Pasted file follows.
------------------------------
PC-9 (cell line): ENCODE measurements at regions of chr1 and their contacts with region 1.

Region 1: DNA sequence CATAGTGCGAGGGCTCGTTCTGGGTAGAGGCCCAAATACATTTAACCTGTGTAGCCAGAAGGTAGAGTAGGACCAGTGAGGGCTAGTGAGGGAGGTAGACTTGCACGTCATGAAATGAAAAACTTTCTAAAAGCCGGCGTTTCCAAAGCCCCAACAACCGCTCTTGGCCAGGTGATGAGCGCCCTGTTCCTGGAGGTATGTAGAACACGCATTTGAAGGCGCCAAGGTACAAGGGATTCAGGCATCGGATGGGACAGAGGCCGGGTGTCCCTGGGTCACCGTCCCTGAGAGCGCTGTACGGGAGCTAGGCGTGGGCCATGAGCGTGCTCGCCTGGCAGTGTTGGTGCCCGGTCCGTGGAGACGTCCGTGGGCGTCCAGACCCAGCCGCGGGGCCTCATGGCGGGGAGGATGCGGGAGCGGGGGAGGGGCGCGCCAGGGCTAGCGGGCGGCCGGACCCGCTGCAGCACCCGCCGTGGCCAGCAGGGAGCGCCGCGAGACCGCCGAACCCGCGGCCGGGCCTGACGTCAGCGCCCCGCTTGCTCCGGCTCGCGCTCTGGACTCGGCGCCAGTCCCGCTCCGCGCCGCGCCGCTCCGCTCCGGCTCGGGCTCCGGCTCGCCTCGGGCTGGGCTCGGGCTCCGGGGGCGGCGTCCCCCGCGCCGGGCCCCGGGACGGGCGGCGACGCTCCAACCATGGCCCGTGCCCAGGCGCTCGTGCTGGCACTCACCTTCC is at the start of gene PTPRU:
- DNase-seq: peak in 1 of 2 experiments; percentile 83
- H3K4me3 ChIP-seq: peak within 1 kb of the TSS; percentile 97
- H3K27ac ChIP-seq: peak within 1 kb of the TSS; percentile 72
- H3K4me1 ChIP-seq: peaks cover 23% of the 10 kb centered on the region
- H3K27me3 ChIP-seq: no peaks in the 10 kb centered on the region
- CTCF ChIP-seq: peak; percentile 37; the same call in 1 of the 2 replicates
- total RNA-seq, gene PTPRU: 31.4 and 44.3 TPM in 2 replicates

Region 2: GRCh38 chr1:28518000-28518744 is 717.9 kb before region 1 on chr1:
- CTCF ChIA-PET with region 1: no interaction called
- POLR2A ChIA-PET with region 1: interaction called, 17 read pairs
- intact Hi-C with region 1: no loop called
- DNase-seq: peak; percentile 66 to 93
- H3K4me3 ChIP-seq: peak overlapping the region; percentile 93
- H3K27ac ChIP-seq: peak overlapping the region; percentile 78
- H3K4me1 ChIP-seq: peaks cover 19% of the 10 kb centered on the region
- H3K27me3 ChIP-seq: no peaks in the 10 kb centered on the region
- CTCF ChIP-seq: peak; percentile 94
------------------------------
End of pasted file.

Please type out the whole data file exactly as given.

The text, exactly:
PC-9 (cell line): ENCODE measurements at regions of chr1 and their contacts with region 1.

Region 1: DNA sequence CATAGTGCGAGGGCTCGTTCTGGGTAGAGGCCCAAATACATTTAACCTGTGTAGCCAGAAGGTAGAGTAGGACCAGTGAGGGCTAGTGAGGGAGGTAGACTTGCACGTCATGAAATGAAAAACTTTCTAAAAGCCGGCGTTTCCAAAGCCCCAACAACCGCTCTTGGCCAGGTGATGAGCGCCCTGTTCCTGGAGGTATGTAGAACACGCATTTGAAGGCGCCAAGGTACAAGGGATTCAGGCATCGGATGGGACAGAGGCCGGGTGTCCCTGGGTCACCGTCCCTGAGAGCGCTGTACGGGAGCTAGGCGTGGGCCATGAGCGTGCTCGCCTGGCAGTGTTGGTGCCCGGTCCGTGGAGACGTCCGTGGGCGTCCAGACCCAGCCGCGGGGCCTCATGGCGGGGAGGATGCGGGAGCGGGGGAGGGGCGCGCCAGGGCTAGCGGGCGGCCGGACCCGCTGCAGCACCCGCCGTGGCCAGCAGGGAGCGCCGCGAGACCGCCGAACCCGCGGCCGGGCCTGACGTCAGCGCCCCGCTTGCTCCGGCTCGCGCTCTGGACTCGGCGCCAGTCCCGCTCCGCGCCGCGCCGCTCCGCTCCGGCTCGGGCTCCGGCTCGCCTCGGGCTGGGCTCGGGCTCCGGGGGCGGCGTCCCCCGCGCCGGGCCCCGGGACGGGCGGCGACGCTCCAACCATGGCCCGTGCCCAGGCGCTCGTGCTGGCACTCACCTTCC is at the start of gene PTPRU:
- DNase-seq: peak in 1 of 2 experiments; percentile 83
- H3K4me3 ChIP-seq: peak within 1 kb of the TSS; percentile 97
- H3K27ac ChIP-seq: peak within 1 kb of the TSS; percentile 72
- H3K4me1 ChIP-seq: peaks cover 23% of the 10 kb centered on the region
- H3K27me3 ChIP-seq: no peaks in the 10 kb centered on the region
- CTCF ChIP-seq: peak; percentile 37; the same call in 1 of the 2 replicates
- total RNA-seq, gene PTPRU: 31.4 and 44.3 TPM in 2 replicates

Region 2: GRCh38 chr1:28518000-28518744 is 717.9 kb before region 1 on chr1:
- CTCF ChIA-PET with region 1: no interaction called
- POLR2A ChIA-PET with region 1: interaction called, 17 read pairs
- intact Hi-C with region 1: no loop called
- DNase-seq: peak; percentile 66 to 93
- H3K4me3 ChIP-seq: peak overlapping the region; percentile 93
- H3K27ac ChIP-seq: peak overlapping the region; percentile 78
- H3K4me1 ChIP-seq: peaks cover 19% of the 10 kb centered on the region
- H3K27me3 ChIP-seq: no peaks in the 10 kb centered on the region
- CTCF ChIP-seq: peak; percentile 94